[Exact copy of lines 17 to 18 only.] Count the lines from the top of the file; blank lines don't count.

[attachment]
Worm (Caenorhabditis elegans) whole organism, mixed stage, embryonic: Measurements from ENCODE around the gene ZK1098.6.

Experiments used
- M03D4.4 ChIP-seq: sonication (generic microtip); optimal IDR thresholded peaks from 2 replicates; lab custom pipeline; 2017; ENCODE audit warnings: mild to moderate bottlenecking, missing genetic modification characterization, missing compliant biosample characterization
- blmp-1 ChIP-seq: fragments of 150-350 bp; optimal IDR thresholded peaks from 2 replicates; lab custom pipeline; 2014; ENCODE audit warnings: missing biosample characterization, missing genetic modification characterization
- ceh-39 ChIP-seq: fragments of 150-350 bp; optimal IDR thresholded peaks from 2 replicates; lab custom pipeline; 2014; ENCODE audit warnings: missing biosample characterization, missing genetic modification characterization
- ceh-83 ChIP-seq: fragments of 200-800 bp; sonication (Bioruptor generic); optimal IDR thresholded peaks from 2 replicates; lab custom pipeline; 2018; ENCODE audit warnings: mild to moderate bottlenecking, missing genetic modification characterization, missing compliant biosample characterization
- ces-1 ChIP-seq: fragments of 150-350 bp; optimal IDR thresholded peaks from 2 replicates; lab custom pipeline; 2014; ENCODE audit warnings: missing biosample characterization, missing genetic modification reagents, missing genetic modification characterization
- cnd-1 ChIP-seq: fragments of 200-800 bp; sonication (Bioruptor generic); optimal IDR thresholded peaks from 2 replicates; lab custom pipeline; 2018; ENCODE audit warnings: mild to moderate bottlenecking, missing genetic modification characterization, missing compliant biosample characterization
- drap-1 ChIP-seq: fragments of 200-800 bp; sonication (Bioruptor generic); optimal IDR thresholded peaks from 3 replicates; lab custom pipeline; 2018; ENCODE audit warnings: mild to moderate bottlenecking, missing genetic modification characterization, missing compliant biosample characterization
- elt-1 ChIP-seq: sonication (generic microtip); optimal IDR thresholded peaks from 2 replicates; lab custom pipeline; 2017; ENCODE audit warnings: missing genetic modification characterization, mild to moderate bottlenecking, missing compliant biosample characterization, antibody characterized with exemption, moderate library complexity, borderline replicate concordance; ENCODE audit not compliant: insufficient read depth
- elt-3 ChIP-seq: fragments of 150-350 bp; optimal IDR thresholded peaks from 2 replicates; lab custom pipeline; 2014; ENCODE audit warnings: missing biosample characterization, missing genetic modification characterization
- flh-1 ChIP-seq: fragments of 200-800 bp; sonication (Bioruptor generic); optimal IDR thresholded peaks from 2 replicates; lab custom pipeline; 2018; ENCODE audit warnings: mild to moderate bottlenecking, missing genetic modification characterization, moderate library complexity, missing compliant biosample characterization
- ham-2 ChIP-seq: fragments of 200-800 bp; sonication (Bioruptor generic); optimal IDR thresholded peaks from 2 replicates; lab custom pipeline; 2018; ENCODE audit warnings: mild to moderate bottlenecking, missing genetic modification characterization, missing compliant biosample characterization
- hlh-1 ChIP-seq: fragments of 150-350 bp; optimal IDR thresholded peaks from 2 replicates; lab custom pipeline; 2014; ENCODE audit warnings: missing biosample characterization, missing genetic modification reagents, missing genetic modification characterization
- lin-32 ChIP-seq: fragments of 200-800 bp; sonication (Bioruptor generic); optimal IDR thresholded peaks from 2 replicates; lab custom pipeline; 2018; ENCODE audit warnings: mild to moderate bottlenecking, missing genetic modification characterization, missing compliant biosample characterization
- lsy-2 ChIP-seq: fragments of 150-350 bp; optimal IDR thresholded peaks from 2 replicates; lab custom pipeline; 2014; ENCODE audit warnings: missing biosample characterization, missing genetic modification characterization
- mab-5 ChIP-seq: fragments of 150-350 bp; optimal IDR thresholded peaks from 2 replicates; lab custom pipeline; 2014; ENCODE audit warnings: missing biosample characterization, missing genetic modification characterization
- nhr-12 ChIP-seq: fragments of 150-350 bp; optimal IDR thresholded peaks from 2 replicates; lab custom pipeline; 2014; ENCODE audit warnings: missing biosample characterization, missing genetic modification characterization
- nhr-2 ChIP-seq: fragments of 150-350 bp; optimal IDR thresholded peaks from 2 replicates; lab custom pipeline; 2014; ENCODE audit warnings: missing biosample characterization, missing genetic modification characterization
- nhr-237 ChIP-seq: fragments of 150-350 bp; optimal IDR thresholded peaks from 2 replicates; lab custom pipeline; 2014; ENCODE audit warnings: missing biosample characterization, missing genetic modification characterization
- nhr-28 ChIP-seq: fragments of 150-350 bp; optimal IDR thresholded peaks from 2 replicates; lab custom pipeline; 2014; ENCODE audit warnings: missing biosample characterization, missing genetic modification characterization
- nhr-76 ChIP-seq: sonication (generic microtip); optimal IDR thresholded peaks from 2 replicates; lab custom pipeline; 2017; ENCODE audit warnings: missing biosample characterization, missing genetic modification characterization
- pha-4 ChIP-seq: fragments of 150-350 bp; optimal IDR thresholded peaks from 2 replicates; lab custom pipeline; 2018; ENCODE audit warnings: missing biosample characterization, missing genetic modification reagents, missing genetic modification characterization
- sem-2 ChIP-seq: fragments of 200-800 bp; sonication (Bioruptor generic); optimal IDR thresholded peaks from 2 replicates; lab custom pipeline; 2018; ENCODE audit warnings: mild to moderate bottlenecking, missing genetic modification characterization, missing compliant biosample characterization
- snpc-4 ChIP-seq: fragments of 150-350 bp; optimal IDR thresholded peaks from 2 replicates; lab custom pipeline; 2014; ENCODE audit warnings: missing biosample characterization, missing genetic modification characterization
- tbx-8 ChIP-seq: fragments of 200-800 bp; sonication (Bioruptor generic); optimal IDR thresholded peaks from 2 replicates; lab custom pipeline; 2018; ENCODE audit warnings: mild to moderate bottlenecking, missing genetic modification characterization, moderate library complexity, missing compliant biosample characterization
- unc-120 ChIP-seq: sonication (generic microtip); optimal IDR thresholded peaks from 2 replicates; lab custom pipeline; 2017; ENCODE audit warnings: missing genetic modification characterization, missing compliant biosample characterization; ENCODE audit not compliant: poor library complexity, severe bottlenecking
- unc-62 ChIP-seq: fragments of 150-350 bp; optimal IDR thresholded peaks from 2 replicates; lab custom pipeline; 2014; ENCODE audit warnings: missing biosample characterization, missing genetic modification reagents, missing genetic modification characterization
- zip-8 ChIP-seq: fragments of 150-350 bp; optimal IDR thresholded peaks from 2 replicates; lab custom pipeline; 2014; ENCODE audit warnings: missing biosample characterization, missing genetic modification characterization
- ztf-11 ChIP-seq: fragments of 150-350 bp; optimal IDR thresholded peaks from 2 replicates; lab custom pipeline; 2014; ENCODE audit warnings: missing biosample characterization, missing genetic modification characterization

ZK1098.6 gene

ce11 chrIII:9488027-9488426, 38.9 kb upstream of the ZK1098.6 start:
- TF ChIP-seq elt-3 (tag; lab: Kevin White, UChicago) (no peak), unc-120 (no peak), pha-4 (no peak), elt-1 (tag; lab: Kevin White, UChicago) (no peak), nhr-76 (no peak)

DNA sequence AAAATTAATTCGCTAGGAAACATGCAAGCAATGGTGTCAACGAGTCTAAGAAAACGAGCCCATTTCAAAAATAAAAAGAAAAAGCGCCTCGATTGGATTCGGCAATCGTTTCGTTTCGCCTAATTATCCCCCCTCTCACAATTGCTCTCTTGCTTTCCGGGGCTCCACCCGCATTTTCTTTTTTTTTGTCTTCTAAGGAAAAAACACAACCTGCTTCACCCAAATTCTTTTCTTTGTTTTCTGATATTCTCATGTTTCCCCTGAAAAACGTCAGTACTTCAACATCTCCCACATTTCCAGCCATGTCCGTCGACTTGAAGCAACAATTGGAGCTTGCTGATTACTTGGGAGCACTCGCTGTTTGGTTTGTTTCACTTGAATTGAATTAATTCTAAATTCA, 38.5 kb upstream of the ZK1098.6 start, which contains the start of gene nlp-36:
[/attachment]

- mab-5 ChIP-seq: fragments of 150-350 bp; optimal IDR thresholded peaks from 2 replicates; lab custom pipeline; 2014; ENCODE audit warnings: missing biosample characterization, missing genetic modification characterization
- nhr-12 ChIP-seq: fragments of 150-350 bp; optimal IDR thresholded peaks from 2 replicates; lab custom pipeline; 2014; ENCODE audit warnings: missing biosample characterization, missing genetic modification characterization